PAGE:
Many folks think training for a marathon is a green light to eat whatever they want, but this could not be further from the truth. Nutrition is a key component of any training regimen and especially for endurance training. In fact, it is just as important as getting in that interval workout, long run, or strength routine. If you are eating the wrong foods and not getting enough of the right ones, you won’t be 100% prepared come race day. And it could mean the difference between finishing the race and not.
Throughout your training, it’s important to make sure you are eating a balanced diet. This is not the time to try out that fad diet you’ve been hearing so much about. Low-Carb isn’t going to get it done when you’re pounding the pavement. Carbohydrate is your primary source of energy; too little carb will cause muscles to fatigue quicker. Protein and fat also play major roles in your training regimen. Protein helps build and maintain muscle and is needed for muscle recover.
Fat is another big source of energy especially in low intensity, long duration activities such as marathons. It’s best to balance your training diet with 50-60% of calories coming from carbohydrates, 10-20% from protein and no more than 30% from fat with most of your fat sources coming from unsaturated fats (think nuts, olive oil, avocados.)
The first step to an optimal training diet is limiting or eliminating the high-fat, processed and high sugar foods that we all love. Try eliminating trips to the drive-thru, fried food, processed foods (frozen, canned and processed meats) and low quality carbs (desserts, candies and bakery goods). These are going to make you feel sluggish and will not provide you with the greatest amount of energy for your workout. Second, you want to replace those foods with fresh fruits and vegetables,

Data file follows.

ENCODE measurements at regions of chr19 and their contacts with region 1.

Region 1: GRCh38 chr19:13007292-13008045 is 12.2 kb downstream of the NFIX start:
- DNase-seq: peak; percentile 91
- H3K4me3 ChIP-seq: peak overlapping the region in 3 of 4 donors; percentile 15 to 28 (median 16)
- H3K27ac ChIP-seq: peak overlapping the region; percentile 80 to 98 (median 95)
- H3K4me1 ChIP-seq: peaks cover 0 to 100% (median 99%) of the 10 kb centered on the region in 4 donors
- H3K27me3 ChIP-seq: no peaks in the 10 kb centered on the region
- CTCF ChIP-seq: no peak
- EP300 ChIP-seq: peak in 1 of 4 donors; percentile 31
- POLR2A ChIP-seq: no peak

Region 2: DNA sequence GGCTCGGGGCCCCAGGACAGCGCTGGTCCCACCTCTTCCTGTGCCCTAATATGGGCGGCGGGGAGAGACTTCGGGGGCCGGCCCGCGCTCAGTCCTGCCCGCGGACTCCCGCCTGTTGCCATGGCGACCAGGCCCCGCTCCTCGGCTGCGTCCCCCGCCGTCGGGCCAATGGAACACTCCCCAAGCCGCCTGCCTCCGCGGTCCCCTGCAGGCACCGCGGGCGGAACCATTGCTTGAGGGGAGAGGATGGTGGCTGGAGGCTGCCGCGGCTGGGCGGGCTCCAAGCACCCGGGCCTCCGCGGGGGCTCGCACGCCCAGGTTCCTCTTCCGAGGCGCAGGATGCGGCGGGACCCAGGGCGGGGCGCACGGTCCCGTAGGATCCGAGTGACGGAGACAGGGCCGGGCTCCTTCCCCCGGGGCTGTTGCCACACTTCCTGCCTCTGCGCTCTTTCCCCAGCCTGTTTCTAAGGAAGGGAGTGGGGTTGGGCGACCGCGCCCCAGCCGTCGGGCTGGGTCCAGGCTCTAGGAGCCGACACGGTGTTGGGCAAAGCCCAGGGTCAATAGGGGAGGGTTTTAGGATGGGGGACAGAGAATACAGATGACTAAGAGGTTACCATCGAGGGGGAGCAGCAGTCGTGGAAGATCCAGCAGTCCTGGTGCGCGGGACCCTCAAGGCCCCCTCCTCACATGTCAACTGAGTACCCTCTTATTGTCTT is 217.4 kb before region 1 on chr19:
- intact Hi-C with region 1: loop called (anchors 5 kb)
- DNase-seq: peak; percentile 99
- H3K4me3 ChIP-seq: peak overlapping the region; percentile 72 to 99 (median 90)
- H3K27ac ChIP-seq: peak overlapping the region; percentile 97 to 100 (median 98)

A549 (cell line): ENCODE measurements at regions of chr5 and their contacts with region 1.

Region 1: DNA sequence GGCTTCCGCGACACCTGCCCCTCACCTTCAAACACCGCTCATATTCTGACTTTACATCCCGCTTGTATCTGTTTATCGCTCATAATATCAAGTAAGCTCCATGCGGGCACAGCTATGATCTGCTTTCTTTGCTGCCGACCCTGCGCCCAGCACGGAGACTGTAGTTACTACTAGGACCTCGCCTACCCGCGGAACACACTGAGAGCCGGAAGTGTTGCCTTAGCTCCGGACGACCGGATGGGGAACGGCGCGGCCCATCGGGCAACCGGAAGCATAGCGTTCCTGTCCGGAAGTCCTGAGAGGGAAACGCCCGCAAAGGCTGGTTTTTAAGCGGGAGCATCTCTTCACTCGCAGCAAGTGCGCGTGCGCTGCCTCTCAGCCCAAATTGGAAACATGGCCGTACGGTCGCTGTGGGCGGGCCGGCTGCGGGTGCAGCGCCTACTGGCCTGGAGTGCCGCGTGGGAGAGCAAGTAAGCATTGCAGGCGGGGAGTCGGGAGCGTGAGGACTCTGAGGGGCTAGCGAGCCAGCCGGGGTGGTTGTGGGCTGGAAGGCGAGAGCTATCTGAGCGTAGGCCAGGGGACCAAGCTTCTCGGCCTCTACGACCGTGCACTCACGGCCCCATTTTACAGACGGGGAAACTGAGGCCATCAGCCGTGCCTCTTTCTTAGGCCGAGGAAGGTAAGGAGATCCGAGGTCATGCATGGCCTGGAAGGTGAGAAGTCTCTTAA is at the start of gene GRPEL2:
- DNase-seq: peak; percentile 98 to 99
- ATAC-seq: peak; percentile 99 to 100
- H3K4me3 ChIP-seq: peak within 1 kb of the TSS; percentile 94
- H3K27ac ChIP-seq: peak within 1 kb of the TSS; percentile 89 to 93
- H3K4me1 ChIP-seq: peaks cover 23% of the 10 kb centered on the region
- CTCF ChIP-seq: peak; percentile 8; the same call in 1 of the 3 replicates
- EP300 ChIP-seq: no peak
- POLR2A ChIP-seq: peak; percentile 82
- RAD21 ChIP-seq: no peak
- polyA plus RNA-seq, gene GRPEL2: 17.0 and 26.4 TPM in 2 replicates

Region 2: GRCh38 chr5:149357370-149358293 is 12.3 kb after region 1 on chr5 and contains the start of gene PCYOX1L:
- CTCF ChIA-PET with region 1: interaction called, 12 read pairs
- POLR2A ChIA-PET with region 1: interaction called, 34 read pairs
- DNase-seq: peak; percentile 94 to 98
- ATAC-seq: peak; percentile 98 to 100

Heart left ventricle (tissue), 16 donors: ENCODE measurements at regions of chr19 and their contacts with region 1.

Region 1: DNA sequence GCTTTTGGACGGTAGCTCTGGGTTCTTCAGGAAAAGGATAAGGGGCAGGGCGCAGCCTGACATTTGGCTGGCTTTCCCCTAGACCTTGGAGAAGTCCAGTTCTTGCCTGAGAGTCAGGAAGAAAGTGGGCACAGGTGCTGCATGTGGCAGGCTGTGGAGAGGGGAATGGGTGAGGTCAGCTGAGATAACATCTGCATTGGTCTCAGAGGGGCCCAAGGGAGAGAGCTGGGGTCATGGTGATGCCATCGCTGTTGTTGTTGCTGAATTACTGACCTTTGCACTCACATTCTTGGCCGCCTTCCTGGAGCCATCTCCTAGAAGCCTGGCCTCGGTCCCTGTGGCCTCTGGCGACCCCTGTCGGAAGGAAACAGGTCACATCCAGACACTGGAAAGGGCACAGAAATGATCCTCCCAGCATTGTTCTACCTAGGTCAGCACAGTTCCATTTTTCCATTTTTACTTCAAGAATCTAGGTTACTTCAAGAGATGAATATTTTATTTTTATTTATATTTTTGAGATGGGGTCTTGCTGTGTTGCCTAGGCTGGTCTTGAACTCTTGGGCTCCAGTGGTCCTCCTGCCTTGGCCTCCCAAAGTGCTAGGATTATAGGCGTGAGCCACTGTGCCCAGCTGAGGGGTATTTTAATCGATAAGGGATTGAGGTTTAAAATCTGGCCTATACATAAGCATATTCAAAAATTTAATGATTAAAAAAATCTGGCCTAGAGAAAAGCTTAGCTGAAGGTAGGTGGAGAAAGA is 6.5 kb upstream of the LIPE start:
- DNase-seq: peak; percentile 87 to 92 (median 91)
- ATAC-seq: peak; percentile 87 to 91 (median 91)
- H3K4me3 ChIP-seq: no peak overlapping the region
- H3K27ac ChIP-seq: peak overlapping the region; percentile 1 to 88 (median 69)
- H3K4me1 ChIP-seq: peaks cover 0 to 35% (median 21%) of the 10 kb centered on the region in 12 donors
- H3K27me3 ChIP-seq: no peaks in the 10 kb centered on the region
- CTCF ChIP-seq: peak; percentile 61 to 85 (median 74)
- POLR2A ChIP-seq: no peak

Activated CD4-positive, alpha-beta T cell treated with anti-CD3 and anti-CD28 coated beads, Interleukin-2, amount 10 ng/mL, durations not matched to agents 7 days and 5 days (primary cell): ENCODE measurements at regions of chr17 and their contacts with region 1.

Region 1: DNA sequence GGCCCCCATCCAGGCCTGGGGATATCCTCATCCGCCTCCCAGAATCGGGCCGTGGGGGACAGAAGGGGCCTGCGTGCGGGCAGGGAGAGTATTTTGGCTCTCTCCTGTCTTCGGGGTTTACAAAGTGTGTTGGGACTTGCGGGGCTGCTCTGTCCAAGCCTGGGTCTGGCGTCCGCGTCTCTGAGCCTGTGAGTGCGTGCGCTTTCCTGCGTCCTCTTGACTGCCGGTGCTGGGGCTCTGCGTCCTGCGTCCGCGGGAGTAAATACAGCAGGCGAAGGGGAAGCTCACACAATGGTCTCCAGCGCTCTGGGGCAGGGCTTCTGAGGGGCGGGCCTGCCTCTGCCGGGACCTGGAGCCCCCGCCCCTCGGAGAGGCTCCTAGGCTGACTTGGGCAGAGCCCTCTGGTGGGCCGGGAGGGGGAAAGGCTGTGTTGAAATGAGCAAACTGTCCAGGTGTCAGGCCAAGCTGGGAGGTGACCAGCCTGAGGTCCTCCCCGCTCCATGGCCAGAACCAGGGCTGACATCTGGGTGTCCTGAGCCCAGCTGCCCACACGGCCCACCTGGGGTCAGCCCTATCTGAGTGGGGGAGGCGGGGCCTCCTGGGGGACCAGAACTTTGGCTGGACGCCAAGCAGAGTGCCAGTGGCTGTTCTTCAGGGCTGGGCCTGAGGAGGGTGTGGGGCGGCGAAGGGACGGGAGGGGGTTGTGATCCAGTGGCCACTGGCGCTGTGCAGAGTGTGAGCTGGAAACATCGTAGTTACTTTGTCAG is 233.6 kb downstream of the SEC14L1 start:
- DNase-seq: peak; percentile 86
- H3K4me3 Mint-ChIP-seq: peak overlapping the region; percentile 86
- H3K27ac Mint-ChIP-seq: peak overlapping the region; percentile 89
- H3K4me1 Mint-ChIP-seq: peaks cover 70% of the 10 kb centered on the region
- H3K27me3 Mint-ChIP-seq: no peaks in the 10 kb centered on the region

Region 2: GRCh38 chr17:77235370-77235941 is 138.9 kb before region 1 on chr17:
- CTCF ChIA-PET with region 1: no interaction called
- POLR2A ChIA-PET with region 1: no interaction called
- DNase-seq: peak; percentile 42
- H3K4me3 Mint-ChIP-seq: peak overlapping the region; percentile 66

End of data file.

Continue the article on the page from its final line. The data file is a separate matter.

whole grains, fresh lean meats and low fat dairy products. See list of healthy food sources.
Before a big workout or the race, you want to choose a meal low in fat and fiber for easy digestion about 3-4 hours before the event. It should consist of mainly carbohydrates with a small amount of protein to aid in recovery. The most important part about a pre-exercise meal is to go with what is familiar, something you have tried before that you know will not upset your stomach. Never try something new before the big race or even a long run. If it agrees with you, go with it. Click here for pre-exercise meal ideas from eatright.org.
Immediately following your workout or race, your body is depleted of glycogen and needs to be replenished. As hard as it may be, try to get some carbs and a small amount of protein into your body within 30 minutes of completing a workout. Many athletes find it easier to get a smoothie down rather than solids. Some athletes even swear by chocolate milk. Click here for post-exercise meal ideas from eatright.org.
And of course, do not forget to stay hydrated before, during and after a run or race. Hydration is just as important as eating the key nutrients and is the single largest contributor to fatigue. Click here for proper hydration guidelines from eatrigh.org .
Just think of nutrition as one of your essential workouts each week. If you want to ensure that you make it across that finish line, eat well, hydrate often, train hard, and of course… have fun!